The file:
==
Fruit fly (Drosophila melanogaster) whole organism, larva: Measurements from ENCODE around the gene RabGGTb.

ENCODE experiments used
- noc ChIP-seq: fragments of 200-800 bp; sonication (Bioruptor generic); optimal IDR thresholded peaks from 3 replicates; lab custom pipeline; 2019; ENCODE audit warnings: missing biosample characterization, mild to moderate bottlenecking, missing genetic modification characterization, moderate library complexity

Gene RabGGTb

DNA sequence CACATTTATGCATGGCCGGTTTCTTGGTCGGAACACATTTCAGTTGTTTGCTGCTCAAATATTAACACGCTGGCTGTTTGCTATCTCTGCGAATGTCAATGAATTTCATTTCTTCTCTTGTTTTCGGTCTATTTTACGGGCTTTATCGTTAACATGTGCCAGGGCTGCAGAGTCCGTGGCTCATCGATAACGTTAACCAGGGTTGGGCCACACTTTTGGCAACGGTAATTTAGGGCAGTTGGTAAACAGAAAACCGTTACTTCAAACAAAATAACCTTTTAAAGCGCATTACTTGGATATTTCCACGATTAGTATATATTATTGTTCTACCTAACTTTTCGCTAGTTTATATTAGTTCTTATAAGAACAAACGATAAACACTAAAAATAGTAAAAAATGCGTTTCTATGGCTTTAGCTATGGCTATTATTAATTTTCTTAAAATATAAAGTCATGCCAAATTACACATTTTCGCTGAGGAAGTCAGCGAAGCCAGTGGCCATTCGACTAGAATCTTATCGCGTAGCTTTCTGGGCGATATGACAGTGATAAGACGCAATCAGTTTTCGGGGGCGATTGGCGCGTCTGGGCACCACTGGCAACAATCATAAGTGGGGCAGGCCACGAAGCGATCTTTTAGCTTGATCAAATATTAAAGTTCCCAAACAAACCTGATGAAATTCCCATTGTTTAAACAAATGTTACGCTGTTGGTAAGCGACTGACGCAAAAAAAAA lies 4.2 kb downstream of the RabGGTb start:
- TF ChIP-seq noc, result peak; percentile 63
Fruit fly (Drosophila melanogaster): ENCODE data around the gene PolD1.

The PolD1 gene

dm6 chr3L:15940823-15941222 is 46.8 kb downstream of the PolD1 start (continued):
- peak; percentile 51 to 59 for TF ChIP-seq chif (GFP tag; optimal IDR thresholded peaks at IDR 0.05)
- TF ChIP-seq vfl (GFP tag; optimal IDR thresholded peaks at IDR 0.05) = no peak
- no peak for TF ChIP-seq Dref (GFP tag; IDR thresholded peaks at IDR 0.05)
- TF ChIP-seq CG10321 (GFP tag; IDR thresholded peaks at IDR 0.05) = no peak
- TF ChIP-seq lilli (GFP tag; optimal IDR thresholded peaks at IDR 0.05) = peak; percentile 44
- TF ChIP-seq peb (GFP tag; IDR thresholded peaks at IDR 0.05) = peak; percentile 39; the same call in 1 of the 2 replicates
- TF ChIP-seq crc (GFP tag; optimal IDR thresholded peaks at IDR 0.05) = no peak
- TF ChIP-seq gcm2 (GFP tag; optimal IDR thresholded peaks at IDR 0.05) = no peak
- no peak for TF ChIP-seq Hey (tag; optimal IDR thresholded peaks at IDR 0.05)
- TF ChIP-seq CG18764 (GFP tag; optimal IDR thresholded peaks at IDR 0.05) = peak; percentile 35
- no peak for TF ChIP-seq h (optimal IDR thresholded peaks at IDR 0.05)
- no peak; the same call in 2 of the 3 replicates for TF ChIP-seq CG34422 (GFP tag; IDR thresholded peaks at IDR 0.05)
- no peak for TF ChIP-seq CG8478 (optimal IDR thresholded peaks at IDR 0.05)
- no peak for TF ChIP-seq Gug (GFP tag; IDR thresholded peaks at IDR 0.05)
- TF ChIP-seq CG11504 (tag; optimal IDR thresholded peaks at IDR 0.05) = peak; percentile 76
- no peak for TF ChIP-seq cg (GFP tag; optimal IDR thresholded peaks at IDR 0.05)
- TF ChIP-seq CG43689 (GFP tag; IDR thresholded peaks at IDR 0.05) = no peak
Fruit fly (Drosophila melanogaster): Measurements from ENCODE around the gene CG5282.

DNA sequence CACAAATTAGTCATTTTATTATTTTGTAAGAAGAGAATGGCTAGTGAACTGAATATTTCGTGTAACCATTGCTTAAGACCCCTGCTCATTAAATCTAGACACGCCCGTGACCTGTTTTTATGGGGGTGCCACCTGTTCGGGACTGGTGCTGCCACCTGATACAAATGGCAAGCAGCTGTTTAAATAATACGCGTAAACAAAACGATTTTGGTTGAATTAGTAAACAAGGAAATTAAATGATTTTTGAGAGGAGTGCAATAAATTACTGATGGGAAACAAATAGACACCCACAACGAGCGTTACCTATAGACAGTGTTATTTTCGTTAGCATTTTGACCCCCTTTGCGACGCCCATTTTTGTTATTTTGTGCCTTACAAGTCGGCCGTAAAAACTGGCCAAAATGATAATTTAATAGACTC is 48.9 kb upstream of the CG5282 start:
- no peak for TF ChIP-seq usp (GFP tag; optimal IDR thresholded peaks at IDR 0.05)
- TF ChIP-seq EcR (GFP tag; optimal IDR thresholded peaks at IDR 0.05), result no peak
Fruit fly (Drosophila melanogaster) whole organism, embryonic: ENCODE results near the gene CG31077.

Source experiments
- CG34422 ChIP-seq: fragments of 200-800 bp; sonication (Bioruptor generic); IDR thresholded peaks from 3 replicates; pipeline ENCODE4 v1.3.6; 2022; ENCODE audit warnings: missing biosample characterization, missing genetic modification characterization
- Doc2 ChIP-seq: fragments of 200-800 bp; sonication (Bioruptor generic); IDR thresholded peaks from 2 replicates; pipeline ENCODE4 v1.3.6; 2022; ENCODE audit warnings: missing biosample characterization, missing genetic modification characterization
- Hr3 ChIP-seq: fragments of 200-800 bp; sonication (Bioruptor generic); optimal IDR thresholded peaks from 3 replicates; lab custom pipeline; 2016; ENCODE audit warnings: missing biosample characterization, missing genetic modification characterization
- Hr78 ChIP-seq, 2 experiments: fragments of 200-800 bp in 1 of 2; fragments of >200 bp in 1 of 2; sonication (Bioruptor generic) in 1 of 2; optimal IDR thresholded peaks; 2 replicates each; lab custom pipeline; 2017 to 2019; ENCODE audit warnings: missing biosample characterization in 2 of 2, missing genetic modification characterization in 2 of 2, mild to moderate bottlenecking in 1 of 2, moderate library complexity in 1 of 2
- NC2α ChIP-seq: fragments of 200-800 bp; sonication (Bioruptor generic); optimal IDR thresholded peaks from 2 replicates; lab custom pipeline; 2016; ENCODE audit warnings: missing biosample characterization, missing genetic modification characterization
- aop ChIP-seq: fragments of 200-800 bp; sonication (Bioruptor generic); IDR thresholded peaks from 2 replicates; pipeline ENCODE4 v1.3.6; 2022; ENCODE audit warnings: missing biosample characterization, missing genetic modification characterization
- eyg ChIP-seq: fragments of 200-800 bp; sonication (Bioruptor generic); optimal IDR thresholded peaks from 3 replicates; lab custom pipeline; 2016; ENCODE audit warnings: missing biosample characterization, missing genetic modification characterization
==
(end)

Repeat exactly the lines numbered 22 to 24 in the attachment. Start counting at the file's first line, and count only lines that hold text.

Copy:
- no peak for TF ChIP-seq CG8478 (optimal IDR thresholded peaks at IDR 0.05)
- no peak for TF ChIP-seq Gug (GFP tag; IDR thresholded peaks at IDR 0.05)
- TF ChIP-seq CG11504 (tag; optimal IDR thresholded peaks at IDR 0.05) = peak; percentile 76